WHAT IS THIS?
As sign languages do not have a tradition of literacy, Deaf naming customs must survive mainly through collective memory […] Official records of Deaf schools, Deaf clubs, or Deaf sports groups or in Deaf publications, for example, document Deaf people’s English names but not their sign names.Linda Day & Rachel Sutton-Spence (2010)
What would the world be without Deaf people? What would the Deaf community be without memory? The contributions of Deaf people are numerous, their creativity and talent is amazing and the sign name is one of the most identifying features of the Deaf community and of Sign Language. Sign names must be preserved and the individual achievements of Deaf people all over the world must not be lost in oblivion.
This website is dedicated to collecting the sign names of Deaf people all over the world, as well as some prominent deafblind people.
Don’t forget to visit unusualverse.com
WHAT IS THE SIGN NAME?
One phenomenon reported from many sign language communities around the world is the use of so-called name signs (or, alternatively, sign names). A name sign is a sign that is used with reference to an individual and is normally used alongside a spoken language community name. Name signs are important as identity markers in the community because it is often a symbol of inclusion, that is, individuals with name signs are mostly those that are members of the community, although name signs are also given to individuals often talked about within the community without themselves being members, such as famous people or others with some relevance to the community.Carl Börstell (2017)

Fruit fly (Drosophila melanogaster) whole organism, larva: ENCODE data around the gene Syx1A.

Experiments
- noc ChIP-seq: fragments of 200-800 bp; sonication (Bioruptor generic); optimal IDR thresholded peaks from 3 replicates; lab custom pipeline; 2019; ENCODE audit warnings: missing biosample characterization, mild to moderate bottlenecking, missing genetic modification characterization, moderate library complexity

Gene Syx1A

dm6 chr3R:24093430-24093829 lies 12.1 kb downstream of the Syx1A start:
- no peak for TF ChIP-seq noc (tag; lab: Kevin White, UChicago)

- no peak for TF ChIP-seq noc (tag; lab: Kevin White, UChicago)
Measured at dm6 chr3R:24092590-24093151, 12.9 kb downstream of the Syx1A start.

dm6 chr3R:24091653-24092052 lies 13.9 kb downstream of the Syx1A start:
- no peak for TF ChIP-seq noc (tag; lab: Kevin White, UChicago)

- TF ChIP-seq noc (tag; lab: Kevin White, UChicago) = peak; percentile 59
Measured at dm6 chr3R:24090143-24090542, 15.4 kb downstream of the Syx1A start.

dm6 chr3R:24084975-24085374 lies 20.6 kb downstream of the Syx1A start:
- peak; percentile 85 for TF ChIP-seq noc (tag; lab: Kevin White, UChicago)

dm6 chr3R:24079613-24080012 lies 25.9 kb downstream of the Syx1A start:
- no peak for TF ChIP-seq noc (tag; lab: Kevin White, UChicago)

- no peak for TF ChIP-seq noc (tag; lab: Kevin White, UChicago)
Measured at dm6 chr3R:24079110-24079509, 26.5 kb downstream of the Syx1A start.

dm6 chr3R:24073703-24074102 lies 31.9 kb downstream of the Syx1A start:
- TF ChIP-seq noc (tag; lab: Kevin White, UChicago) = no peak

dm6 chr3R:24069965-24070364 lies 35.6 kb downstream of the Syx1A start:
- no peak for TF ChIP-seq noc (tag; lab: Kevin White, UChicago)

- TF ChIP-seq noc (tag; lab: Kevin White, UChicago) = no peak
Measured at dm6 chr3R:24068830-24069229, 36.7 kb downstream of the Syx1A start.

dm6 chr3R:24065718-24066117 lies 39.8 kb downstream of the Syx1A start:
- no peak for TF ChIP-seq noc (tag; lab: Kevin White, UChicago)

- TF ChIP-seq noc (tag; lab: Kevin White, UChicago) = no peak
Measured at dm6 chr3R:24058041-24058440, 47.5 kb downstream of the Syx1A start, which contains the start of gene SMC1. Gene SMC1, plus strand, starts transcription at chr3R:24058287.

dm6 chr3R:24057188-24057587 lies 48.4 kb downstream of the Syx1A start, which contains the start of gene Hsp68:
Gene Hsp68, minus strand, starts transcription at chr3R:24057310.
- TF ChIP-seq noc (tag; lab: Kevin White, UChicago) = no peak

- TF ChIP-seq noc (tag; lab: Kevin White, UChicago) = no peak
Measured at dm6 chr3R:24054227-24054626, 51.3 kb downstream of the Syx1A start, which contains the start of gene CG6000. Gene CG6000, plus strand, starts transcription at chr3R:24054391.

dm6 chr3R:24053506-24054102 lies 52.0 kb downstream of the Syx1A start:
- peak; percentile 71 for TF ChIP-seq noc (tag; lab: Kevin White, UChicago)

The origin and way of establishing sign name may vary culturally from some deaf communities to others but most research agrees on some points:
- In most Sign Languages, sign names can be arbitrary or descriptive.
- Usually, the sign name given to a person keeps it all life.
- Most of the time, the name sign is given by a deaf person.
- Often, the sign name is discussed and agreed in a group, as everyone should feel comfortable with the sign name.
- When a person joins the Deaf community after childhood, it is often called ‘baptism’.
Sign name in other languages
Sign name is also called name sign in English. Sign name is called in other languages as follows:
- Chinese (traditional): 手語名
- Finnish: Viittomanimi
- Portuguese: nome gestual
- Russian: Жестовое имя
- Spanish (Europe): signo personal
- Spanish (South America): seña personal
- Ukrainian: Жестове ім’я
Types of sign names
The sign names are usually of the following types (Börstell 2017):
- Appearance: Signs denoting the visual appearance of the name bearer.
- Person: Signs denoting the character or doings of the bearer’s person.
- Name: Signs relating to the spoken language community name of the bearer.
- Background: Signs denoting some aspect of the referent’s background.
- Other: Signs that do not fall into any of the above categories.
- Börstell, C. (2017). Types and trends of name signs in the Swedish Sign Language community. SKY Journal of Linguistics, 30.